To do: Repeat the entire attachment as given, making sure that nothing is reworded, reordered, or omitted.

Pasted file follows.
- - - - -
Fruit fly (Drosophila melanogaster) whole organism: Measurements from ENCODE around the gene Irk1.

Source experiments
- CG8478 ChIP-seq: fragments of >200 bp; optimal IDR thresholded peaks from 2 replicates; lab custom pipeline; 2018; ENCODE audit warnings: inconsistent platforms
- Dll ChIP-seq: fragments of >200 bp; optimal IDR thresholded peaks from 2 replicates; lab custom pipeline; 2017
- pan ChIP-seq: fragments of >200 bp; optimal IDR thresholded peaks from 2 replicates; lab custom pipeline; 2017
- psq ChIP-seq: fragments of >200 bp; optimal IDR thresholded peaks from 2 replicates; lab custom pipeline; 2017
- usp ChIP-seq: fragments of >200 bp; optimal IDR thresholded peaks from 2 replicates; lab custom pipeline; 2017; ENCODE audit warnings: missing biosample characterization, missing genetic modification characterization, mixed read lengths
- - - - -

Fruit fly (Drosophila melanogaster) whole organism: Measurements from ENCODE around the gene Irk1.

Source experiments
- CG8478 ChIP-seq: fragments of >200 bp; optimal IDR thresholded peaks from 2 replicates; lab custom pipeline; 2018; ENCODE audit warnings: inconsistent platforms
- Dll ChIP-seq: fragments of >200 bp; optimal IDR thresholded peaks from 2 replicates; lab custom pipeline; 2017
- pan ChIP-seq: fragments of >200 bp; optimal IDR thresholded peaks from 2 replicates; lab custom pipeline; 2017
- psq ChIP-seq: fragments of >200 bp; optimal IDR thresholded peaks from 2 replicates; lab custom pipeline; 2017
- usp ChIP-seq: fragments of >200 bp; optimal IDR thresholded peaks from 2 replicates; lab custom pipeline; 2017; ENCODE audit warnings: missing biosample characterization, missing genetic modification characterization, mixed read lengths